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Airlines move swiftly to secure cockpits

By Thurston Hatcher

ATLANTA, Georgia (CNN) -- One day after the terrorist hijackings last month, engineers at a North Carolina aircraft maintenance company began brainstorming about ways to help airlines boost plane security.

This week, Delta Airlines announced it would install Greensboro-based TIMCO's new "Secure Cockpit System" in its entire fleet, joining several major airlines that are retrofitting cockpit doors in the wake of the attacks.

The TIMCO system, a steel security bar designed to withstand force of up to 1,500 pounds, should help put passengers and crew at ease, said Rick Salanitri, the company's vice president of engineering.

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"They'll know that there is a very remote chance of blunt force entry," he said.

Delta, Continental, US Airways, American and Alaska Airlines are among the airlines to announce various cockpit door reinforcements, which most plan to have ready in 30 to 45 days.

Delta described the security bars as the first phase of the aviation industry's broader plan to bolster cockpit security.

"We continue to implement and consider a number of security enhancements to ensure our customers have safe and secure transportation," Delta spokeswoman Cindy Kurczewski said.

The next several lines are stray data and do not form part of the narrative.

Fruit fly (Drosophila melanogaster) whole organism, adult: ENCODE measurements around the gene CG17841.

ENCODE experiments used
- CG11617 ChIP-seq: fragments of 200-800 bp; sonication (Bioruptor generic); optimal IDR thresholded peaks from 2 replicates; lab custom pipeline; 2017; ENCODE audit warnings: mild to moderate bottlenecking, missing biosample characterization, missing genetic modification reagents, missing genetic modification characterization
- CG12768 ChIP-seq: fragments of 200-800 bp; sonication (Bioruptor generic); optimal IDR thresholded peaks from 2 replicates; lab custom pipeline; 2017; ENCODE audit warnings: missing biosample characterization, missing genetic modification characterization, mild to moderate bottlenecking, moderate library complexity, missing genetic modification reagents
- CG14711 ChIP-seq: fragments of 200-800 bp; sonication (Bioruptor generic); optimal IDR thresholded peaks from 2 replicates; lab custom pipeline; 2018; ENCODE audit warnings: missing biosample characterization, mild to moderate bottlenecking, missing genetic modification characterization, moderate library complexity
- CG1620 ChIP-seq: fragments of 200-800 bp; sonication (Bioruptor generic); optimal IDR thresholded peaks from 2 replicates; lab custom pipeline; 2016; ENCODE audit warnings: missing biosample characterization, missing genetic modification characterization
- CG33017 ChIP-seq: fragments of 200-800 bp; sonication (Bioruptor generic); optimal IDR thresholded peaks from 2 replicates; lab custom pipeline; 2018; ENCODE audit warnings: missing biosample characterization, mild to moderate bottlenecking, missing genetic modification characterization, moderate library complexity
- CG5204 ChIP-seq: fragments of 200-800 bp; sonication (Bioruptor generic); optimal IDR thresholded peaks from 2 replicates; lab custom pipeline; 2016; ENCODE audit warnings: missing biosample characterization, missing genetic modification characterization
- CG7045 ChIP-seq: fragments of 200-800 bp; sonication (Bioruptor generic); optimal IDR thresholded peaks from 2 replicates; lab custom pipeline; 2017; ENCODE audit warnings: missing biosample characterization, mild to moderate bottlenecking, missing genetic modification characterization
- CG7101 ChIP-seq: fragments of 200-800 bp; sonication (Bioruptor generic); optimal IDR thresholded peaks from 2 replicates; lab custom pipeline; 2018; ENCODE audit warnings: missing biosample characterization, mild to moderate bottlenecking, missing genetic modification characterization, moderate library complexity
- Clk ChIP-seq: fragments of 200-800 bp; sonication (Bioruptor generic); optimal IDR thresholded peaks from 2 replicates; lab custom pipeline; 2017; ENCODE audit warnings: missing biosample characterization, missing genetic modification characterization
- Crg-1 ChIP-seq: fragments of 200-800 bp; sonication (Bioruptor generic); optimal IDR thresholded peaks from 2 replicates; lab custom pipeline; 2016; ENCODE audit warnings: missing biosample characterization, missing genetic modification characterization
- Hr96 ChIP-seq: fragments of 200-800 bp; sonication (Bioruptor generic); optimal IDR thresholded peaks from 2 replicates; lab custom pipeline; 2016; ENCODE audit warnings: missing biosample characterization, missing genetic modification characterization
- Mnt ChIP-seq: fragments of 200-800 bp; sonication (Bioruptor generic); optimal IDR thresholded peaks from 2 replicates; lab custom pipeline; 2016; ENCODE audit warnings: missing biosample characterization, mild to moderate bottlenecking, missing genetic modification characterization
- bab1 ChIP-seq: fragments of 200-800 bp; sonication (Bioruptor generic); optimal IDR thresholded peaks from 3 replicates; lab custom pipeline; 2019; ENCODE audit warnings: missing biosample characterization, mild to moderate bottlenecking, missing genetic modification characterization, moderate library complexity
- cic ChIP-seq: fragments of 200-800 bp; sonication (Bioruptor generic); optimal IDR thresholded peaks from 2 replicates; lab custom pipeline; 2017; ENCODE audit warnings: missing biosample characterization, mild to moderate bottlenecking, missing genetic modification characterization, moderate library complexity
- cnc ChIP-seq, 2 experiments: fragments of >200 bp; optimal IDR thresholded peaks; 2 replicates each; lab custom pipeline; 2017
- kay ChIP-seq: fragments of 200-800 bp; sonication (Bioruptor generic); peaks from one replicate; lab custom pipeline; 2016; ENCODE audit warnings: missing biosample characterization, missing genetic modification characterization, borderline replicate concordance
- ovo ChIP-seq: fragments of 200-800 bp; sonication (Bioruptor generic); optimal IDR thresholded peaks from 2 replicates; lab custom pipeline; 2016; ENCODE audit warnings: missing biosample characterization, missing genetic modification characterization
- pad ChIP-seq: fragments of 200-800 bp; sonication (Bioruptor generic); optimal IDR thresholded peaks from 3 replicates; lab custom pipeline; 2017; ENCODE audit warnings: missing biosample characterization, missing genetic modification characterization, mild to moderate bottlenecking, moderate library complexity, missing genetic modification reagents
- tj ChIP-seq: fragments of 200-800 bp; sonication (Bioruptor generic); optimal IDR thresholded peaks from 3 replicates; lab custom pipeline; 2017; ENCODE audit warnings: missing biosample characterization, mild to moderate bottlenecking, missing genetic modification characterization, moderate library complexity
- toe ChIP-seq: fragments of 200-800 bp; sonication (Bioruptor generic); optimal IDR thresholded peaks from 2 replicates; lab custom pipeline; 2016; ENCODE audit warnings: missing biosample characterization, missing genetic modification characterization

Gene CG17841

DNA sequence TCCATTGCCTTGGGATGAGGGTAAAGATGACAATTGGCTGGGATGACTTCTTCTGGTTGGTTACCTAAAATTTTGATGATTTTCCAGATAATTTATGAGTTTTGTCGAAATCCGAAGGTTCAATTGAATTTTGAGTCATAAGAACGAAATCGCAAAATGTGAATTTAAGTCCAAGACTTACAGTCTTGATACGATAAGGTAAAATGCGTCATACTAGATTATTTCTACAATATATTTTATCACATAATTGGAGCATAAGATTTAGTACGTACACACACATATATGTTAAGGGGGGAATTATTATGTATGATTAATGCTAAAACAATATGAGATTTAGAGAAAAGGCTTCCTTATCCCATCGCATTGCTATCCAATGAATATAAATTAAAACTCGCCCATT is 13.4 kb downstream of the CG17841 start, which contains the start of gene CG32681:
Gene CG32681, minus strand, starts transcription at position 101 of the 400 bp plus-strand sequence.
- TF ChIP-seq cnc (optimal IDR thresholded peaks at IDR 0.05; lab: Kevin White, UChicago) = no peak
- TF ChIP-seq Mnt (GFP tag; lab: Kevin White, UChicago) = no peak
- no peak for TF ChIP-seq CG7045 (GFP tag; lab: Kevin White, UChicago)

Continental said it has worked closely with the Federal Aviation Administration and the plane manufacturers to develop its own restraint, which it said is similar to a deadbolt or crossbar.

Chuck Eastlake, a professor of aerospace engineering at Embry-Riddle Aeronautical University in Florida, said the technology for the reinforcements seems to be relatively basic.

"Simple doesn't necessarily mean it's not a good idea," he said. "Right now I think to make everyone feel more comfortable, there's a big emphasis on something that can be done quickly."

Indeed, the TIMCO kits can be installed overnight, Salanitri said. He declined to say how much they cost but called them "very, very inexpensive."

As part of a broader effort to improve security, President Bush and industry leaders have pushed for measures to protect the cockpit.

An airline security task force, made up of representatives from airlines, aircraft makers, pilots and flight attendants unions, recommended the cockpit door reinforcements. The Air Line Pilots Association called secure cockpit doors and locks one of its top priorities

It wasn't so long ago that some planes had no cockpit door at all.

"I can remember very clearly being on airplanes in which the cockpit was separated from passengers by a curtain," Eastlake said.

Then, a rash of hijackings in the 1960s and '70s was followed by an effort to install doors and locks.

"There have been people all along who felt that design changes should have gone further, and that doors should have been stronger and locks should have been stronger," he said.


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